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Canada ratifies United Nations convention on transparency in investor-state arbitrationTuesday, December 13, 2016 > 09:10:42
(Global Affairs Canada)
Canada is a world leader in promoting transparency in international trade and in working to maintain support for open trade. The Honourable Chrystia Freeland, Minister of International Trade, today announced that Canada has ratified the United Nations Convention on Transparency in Treaty-Based Investor-State Arbitration, also known as the Mauritius Convention on Transparency.
The Mauritius Convention, once in force, will ensure transparent investor-state arbitration processes through open hearings and access to documents and amicus submissions—those presented by interested third parties—in disputes filed under investment treaties concluded prior to April 1, 2014.
By ratifying the Mauritius Convention, Canada is updating the transparency provisions of many of its foreign investment promotion and protection agreements and free trade agreements concluded prior to 2006 and bringing them into the 21st century.
Canada played a key role in the development and adoption of the United Nations Commission on International Trade Law (UNCITRAL) Rules on Transparency in Treaty-Based Investor-State Arbitration, which applies to all treaties concluded since April 1, 2014.
“Canada is proud of our contributions to the Mauritius Convention, and we encourage all of our trade and investment partners to ratify the convention. Providing a predictable environment for investment and a transparent investor-state arbitration mechanism is an important element of Canada’s progressive trade agenda. It benefits Canadian companies that invest abroad and sends a clear message that Canada is an attractive destination for foreign investment. Investment boosts our economy, spurs innovation and strengthens the middle class and those working hard to join it.”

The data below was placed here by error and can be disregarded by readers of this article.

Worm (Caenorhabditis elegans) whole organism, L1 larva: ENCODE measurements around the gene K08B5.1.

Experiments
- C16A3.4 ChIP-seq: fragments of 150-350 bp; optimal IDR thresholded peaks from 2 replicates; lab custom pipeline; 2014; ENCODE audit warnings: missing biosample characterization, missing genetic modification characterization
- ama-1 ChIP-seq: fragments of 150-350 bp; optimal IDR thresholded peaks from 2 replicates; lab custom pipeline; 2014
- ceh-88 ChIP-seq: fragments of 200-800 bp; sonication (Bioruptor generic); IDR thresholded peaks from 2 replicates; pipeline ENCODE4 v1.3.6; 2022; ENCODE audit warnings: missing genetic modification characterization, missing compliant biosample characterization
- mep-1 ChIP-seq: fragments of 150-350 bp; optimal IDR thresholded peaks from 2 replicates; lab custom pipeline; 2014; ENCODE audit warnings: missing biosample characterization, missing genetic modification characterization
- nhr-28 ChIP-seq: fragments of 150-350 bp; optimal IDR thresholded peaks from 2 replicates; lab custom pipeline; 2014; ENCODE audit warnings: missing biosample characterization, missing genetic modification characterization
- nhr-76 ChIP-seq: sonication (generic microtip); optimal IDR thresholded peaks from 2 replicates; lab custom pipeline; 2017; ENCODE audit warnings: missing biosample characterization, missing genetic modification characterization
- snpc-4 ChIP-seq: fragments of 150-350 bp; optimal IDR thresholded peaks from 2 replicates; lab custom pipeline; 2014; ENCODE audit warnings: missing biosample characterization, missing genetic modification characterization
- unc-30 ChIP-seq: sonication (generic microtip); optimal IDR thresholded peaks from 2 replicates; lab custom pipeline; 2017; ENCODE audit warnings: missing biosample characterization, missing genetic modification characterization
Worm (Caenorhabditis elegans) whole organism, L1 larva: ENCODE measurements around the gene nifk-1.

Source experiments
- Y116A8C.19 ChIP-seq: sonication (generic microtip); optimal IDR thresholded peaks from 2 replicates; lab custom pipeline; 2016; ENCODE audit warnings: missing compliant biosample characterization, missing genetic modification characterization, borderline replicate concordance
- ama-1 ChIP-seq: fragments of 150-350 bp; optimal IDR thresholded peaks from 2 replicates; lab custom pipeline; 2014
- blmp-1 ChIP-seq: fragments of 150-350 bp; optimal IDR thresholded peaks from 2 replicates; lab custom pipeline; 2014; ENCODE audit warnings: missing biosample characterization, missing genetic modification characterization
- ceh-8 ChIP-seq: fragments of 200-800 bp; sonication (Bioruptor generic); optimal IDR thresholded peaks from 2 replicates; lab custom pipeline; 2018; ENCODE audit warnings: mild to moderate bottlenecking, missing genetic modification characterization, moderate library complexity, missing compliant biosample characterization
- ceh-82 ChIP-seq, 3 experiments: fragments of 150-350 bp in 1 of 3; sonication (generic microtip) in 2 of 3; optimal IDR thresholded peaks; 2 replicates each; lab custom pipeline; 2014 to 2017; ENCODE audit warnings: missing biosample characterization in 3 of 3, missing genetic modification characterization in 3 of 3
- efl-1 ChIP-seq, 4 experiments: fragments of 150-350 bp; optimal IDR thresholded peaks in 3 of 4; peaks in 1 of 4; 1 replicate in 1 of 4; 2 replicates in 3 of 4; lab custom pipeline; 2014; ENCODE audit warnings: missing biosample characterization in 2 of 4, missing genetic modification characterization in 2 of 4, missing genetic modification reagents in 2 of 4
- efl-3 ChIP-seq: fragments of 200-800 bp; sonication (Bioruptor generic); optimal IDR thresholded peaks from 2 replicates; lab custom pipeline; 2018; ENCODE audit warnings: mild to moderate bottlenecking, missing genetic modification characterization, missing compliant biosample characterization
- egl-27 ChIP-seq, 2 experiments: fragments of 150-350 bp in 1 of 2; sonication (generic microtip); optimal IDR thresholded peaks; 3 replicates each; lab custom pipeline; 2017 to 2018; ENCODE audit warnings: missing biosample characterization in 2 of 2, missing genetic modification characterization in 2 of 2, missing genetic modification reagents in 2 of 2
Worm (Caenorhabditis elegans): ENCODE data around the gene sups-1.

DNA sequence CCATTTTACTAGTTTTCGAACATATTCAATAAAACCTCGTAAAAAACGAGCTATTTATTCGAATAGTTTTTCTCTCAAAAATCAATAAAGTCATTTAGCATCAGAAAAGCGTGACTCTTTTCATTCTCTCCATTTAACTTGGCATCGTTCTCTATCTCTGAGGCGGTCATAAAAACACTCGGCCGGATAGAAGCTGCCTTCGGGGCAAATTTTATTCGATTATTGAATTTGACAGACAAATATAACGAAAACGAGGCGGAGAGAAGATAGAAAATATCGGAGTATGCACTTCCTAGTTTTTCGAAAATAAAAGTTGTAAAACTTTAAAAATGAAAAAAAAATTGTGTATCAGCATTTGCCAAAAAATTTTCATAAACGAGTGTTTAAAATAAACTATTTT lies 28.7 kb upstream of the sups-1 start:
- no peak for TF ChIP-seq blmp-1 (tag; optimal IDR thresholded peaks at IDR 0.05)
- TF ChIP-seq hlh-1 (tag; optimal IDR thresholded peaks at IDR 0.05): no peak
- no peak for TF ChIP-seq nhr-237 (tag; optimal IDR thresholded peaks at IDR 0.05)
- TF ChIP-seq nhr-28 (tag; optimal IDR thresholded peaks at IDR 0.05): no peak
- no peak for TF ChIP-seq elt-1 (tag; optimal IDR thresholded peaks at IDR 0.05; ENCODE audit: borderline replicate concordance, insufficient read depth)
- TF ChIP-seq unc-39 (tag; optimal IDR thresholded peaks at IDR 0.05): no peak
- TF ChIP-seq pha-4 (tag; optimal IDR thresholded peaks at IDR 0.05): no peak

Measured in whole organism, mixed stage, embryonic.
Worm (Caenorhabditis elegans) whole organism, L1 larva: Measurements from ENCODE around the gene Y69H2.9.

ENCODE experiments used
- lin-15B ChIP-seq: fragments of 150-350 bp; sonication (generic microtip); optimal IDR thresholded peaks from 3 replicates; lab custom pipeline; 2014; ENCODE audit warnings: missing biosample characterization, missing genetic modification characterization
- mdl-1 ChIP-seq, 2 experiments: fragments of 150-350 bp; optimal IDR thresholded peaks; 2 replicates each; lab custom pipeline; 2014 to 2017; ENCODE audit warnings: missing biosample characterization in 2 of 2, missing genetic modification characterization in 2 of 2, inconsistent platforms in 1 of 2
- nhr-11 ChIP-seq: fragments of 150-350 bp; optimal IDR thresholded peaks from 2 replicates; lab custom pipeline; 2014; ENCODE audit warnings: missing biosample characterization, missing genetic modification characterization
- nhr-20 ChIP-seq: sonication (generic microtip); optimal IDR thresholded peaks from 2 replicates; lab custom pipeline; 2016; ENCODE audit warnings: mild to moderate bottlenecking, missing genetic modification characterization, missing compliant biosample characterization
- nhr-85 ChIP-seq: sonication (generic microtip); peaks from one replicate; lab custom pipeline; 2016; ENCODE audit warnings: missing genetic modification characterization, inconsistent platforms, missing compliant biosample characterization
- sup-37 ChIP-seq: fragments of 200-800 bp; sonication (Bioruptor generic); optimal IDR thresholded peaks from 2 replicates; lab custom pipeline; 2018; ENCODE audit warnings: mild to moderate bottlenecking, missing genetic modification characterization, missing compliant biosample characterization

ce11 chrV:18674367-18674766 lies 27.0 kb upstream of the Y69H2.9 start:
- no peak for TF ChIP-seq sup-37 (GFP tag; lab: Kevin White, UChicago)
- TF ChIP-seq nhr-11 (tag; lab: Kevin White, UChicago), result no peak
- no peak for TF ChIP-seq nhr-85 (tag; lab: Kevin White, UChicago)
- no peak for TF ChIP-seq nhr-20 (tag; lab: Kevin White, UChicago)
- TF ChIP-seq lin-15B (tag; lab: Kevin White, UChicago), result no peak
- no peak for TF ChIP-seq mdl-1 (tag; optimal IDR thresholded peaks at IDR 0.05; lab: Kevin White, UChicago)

- Hon. Chrystia Freeland, P.C., M.P., Minister of International Trade
- Canada is the second nation, after Mauritius, to ratify the convention, which needs ratification by three UN member states before it can come into force.
- The convention has been signed by 17 countries, including Finland, France, Germany, Sweden, the United Kingdom and the United States.
- Investor-state dispute arbitration provides the protection Canadian investors and their partners need to invest with confidence, setting out clear, predictable and reciprocal rules and protecting against discriminatory and arbitrary practices.